May 24 - 30, 2020: Issue 451


South West Lovett Bay coastcare Group Secure Grant

Spotted Gum - AJG photo.

Newly formed South West Lovett Bay Coastcare (SWLBC) has been successful in achieving support from Greater Sydney Local Land through funding from the NSW Government's Catchment Action program. 

The grant of $20,000 is to support the rehabilitation of native vegetation on 11 ha of public and private lands leading to the iconic Linda Falls in Ku-ring-gai Chase National Park.

SWLB Coastcare has engaged a team from Dragonfly Environmental to undertake this funded stage of the project. Headed by Paul Webb the team will work together with the community over the next 18 months to bring the invasive weeds under control and the site into a maintenance phase.

Community involvement will include a number of “Bamboo Out'’ days, a weed workshops, plant ID workshop, and the development of a wildlife corridor along the waterfall track. 

Lesley Stevens, Secretary of SWLB Coastcare, said “ It’s an ambitious community project, however, the involvement of all of the residents surrounding the infested area, and the practical support offered by Elvina Bay Bushcare,  Rocky Point Bushcare,  the West Pittwater Rural Fire Service, Northern Beaches Council and National Parks & Wildlife Service will give SWLB Coastcare every chance of a very successful outcome”.

West Pittwater Rural Fire Service has already done several site inspections with SWLB Coastcare. Andrew Cutler, Captain of the West Pittwater RFS said “ this is an important part of the RFS community strategy to encourage community resilience and readiness and at the same time preserve these special environments’

There is lot riding on this project. The pocket of littoral rainforest surrounding the Linda Falls in Lovett Bay is listed as an Ecological Endangered Community (EEC) - part of the remaining 1% of the littoral rainforest still found along the NSW coast. Further away from the Falls the rainforest is surrounded by a majestic Spotted Gum Forest which is also listed as an Ecological Endangered Community. 

Paul Webb commented that it was a unique scenario. “ To have overwhelming support and involvement from all of the local community means that long after the funding has been spent the project will have a long term effect as maintenance work will be continued under the stewardship of the local residents”.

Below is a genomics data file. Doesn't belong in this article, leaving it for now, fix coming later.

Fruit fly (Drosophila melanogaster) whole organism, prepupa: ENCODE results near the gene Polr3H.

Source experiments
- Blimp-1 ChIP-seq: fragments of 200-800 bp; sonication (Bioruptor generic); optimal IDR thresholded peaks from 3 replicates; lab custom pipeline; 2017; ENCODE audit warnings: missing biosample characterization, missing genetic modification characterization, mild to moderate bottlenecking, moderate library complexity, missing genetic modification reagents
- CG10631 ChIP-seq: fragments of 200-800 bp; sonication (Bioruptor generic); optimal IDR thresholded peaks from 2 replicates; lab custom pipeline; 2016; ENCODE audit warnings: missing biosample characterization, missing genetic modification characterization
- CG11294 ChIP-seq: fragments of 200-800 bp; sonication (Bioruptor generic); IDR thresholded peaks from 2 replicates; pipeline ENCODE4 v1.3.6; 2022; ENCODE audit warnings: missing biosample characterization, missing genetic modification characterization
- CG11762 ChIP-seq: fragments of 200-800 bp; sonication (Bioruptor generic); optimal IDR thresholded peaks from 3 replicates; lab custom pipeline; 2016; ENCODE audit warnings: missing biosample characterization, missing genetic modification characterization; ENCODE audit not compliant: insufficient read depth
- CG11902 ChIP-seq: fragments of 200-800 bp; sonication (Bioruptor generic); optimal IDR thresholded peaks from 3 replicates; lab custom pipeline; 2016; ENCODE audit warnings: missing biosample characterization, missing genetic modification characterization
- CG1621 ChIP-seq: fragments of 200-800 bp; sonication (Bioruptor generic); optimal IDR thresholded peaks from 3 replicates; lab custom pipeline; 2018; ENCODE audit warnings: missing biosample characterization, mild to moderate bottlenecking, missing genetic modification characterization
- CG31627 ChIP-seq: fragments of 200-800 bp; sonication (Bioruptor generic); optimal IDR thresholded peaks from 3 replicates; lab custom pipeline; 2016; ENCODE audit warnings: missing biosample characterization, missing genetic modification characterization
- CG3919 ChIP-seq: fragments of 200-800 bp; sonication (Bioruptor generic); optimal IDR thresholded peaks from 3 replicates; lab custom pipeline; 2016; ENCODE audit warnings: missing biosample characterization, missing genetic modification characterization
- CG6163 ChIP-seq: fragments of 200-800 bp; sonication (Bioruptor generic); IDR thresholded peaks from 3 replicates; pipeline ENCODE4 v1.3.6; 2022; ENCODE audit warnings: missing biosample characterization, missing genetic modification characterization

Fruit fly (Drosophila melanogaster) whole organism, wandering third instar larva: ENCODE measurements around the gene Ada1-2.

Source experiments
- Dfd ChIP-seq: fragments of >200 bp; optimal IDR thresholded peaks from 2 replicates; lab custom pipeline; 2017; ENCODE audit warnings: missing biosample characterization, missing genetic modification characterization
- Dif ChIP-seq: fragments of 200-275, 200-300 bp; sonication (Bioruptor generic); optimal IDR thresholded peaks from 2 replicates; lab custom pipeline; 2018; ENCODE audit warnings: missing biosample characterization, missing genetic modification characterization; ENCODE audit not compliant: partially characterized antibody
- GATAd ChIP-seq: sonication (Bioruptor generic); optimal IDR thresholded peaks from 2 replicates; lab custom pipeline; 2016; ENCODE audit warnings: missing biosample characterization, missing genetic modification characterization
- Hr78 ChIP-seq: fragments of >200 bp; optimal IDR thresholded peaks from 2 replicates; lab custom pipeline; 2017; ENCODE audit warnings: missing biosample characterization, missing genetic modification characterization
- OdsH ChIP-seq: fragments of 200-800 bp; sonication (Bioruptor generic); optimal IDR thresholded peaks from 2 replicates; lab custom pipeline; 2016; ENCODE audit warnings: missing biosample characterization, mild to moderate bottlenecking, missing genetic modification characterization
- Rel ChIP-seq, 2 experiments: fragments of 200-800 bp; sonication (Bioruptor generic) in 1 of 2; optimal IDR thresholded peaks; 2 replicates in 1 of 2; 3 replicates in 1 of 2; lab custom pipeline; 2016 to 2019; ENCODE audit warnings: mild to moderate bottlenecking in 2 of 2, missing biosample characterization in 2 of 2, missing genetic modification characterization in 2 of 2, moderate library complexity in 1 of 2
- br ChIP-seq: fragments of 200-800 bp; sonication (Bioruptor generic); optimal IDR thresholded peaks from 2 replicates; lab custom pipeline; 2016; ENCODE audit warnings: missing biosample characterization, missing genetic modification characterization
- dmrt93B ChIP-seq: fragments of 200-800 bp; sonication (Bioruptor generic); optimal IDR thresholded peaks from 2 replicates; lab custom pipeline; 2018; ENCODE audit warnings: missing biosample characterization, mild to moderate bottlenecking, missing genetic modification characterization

background - december 2019: South West Lovett Bay Residents Form A Coastcare Group 

The Lower Western Shores of Pittwater now has its first Coastcare group.  The private properties in South West Lovett Bay sit between Ku Ring Gai Chase National Park and the shores of Pittwater. They also sit within a Pittwater Spotted Gum forest and on the edge of a coastal rainforest, both endangered ecological communities. 
The group’s objective is to get rid of the bamboo, and other invasive weeds such as cocos palms, asparagus fern and lantana as well as smaller invasive grasses on both public and private land; and to regenerate the bushland.  
Resident support for the group is sky high with every property owner in SW Lovett Bay signing up. 
Members of the 2 local bushcare groups have also joined so help maintain the work done on public land. 
The first event planned by the group is a Weed Identification Workshop to be run by Northern Beaches Council Bushland Supervisor Michael Kneipp this weekend. 

First meeting of SWLBC Committee                                                                                                      Seeds for propagation 

Above Background Notes are From Issue 433: December 2019